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Studies on Migraine Surgery Side Effects

migraine surgery side effectsAmericans desperately seeking relief from migraine headaches can spend $10 to 15 thousand on so-called migraine trigger site “deactivation” surgery (MTSDS).

However, the few medical studies that support this procedure are now being called into question. In an unpublished review presented in Los Angeles last week at the American Headache Society’s annual meeting, Dr. Paul Mathew of Brigham and Women’s Hospital in Boston suggested that two studies backing the procedure were seriously flawed, and pointed out that “permanent side effects [from the surgery] are not uncommon.”

Migraine surgery side effects

Two studies that support the surgery were reviewed by a research team led by Dr. Mathew, a neurologist and headache expert. One studied involved 75 patients, with 49 receiving surgery and 26 receiving “sham surgery” as a kind of control. The second followed 79 patients in the five years after their surgery.

The researchers concluded that both studies had serious methodological drawbacks. In the first study 84 percent of patients who underwent surgery claimed a 50 percent reduction in migraines; however, 58 percent of those who underwent the “sham surgery” also made such claims, calling into question the accuracy and relevance of the study overall. In both studies, Mathews and his team concluded, the criteria for selection and for “success” were unclear, and factors such as medication use were not considered as part of the analysis.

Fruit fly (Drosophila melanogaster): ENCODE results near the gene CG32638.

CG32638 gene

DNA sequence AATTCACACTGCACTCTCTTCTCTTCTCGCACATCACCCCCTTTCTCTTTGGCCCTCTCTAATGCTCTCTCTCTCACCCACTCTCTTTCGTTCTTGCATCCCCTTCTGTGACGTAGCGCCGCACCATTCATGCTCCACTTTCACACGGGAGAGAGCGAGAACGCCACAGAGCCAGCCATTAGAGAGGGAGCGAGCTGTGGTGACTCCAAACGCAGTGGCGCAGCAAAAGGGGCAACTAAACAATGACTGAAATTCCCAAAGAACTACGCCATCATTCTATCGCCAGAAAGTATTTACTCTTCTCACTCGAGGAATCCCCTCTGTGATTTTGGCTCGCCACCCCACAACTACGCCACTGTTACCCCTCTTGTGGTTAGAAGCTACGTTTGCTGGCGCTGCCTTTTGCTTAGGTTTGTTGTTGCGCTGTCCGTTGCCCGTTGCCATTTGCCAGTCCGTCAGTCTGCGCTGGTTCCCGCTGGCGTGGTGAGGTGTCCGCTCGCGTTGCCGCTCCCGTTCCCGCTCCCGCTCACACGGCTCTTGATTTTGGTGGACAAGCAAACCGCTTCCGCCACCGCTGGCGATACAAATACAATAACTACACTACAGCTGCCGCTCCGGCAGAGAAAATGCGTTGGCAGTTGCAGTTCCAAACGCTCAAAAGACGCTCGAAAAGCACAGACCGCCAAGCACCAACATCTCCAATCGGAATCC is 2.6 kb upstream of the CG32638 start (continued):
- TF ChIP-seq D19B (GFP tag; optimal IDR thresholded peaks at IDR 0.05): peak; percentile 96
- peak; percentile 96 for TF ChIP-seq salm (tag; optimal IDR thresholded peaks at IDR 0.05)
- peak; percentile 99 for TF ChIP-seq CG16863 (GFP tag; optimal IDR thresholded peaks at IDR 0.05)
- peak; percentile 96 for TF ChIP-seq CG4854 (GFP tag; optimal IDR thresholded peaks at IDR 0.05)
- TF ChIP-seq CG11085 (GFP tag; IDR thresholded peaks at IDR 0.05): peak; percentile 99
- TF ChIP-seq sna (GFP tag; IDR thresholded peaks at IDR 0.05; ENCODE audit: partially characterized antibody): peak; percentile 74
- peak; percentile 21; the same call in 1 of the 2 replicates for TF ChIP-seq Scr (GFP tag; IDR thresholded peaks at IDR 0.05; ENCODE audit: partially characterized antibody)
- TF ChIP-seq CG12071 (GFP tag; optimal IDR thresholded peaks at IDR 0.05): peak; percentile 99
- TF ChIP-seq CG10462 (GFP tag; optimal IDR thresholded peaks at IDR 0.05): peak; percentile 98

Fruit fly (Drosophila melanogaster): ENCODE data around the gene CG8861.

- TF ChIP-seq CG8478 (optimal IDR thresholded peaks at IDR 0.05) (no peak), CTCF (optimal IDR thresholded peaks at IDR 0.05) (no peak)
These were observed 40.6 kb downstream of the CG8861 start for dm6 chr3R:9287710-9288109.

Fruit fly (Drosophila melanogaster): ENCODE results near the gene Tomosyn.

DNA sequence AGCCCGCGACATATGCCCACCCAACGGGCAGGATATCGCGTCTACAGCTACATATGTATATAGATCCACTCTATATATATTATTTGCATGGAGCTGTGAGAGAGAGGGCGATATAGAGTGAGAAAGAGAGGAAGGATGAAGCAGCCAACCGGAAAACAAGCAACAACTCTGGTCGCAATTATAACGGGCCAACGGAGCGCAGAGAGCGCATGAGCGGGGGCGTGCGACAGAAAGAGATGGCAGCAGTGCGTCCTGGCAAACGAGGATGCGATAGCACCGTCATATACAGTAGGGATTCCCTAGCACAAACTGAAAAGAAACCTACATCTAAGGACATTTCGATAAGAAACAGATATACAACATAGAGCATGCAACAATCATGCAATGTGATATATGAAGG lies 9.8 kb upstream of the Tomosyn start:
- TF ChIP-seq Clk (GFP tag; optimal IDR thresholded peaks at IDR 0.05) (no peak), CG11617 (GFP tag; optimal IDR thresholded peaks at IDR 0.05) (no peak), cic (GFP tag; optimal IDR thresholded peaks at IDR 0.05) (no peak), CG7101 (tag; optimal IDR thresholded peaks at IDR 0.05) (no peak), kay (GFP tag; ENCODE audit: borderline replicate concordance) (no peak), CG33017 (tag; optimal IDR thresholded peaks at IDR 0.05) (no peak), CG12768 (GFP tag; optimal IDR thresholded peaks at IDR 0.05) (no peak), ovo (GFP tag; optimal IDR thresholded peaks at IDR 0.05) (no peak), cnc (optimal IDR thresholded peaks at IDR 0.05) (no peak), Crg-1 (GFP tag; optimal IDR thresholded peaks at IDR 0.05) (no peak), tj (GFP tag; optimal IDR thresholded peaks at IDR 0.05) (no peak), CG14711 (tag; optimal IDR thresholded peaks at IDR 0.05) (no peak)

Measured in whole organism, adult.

Mathew also stressed that such surgeries carry risks in addition to offering dubious treatment. For instance, many patients report itching and numbness in the areas where the surgeries were carried out. In some patients, pain may actually worsen as a result of the procedure. The surgical treatments can be expensive and are rarely covered by insurance plans.

Trigger “deactivation” surgery for migraines

Mathews joints other neurologists in expressing skepticism about trigger “deactivation” surgery, a technique pioneered by plastic surgeon Dr. Bahman Guyuron. The Ohio plastic surgeon found that some of his patients reported migraine relief after undergoing “facial rejuvenation” surgery.

Plastic surgeons subsequently led the field in offering such surgeries, which involve moving muscle segments from the forehead or back of the neck, a portion of the trigeminal nerve (which runs from the brain to the face and mouth), or some tissue from the interior of the nose. Surgeons theorize that “triggers” for the migraine headaches may be located in these areas. In some cases, such surgery is presented as a “cure” in treatment centers across the country.

MTSDS based on unproven, controversial theory

Headache specialists have noted that the theory behind MTSDS runs counter to what is otherwise known about the cause of migraines, in which triggers (including certain foods, hormonal fluctuations, or sleep deprivation) that can set of an attack appear to stem from areas in the brain itself and not from external locations on the face, neck, or head.

Mathew speculates that in cases where the surgery appears to be working, the placebo effect may be involved. In a limited number of cases, he also believes that migraines may have been the result of a compressed nerve; in these cases, surgery might have reduced pressure on the nerve as well as the resultant headaches.